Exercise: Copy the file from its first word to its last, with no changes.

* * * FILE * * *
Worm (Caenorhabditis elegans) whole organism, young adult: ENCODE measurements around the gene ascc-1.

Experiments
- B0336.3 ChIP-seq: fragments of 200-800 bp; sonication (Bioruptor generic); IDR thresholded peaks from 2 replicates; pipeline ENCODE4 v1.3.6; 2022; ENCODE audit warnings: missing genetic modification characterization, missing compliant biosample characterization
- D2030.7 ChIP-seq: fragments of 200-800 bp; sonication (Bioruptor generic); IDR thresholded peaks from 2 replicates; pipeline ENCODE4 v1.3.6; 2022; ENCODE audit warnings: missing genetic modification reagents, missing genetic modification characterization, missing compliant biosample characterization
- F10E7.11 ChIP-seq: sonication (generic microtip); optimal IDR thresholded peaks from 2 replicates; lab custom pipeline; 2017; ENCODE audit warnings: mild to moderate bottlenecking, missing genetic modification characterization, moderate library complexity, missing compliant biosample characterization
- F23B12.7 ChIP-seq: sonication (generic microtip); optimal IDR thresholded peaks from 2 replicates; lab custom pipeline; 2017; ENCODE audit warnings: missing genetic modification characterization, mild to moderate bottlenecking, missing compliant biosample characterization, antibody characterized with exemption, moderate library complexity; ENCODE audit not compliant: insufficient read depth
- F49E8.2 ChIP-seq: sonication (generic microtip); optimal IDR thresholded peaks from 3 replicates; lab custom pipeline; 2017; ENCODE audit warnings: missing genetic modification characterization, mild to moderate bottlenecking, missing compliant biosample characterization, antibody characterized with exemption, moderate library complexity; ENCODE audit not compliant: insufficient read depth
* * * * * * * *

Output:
Worm (Caenorhabditis elegans) whole organism, young adult: ENCODE measurements around the gene ascc-1.

Experiments
- B0336.3 ChIP-seq: fragments of 200-800 bp; sonication (Bioruptor generic); IDR thresholded peaks from 2 replicates; pipeline ENCODE4 v1.3.6; 2022; ENCODE audit warnings: missing genetic modification characterization, missing compliant biosample characterization
- D2030.7 ChIP-seq: fragments of 200-800 bp; sonication (Bioruptor generic); IDR thresholded peaks from 2 replicates; pipeline ENCODE4 v1.3.6; 2022; ENCODE audit warnings: missing genetic modification reagents, missing genetic modification characterization, missing compliant biosample characterization
- F10E7.11 ChIP-seq: sonication (generic microtip); optimal IDR thresholded peaks from 2 replicates; lab custom pipeline; 2017; ENCODE audit warnings: mild to moderate bottlenecking, missing genetic modification characterization, moderate library complexity, missing compliant biosample characterization
- F23B12.7 ChIP-seq: sonication (generic microtip); optimal IDR thresholded peaks from 2 replicates; lab custom pipeline; 2017; ENCODE audit warnings: missing genetic modification characterization, mild to moderate bottlenecking, missing compliant biosample characterization, antibody characterized with exemption, moderate library complexity; ENCODE audit not compliant: insufficient read depth
- F49E8.2 ChIP-seq: sonication (generic microtip); optimal IDR thresholded peaks from 3 replicates; lab custom pipeline; 2017; ENCODE audit warnings: missing genetic modification characterization, mild to moderate bottlenecking, missing compliant biosample characterization, antibody characterized with exemption, moderate library complexity; ENCODE audit not compliant: insufficient read depth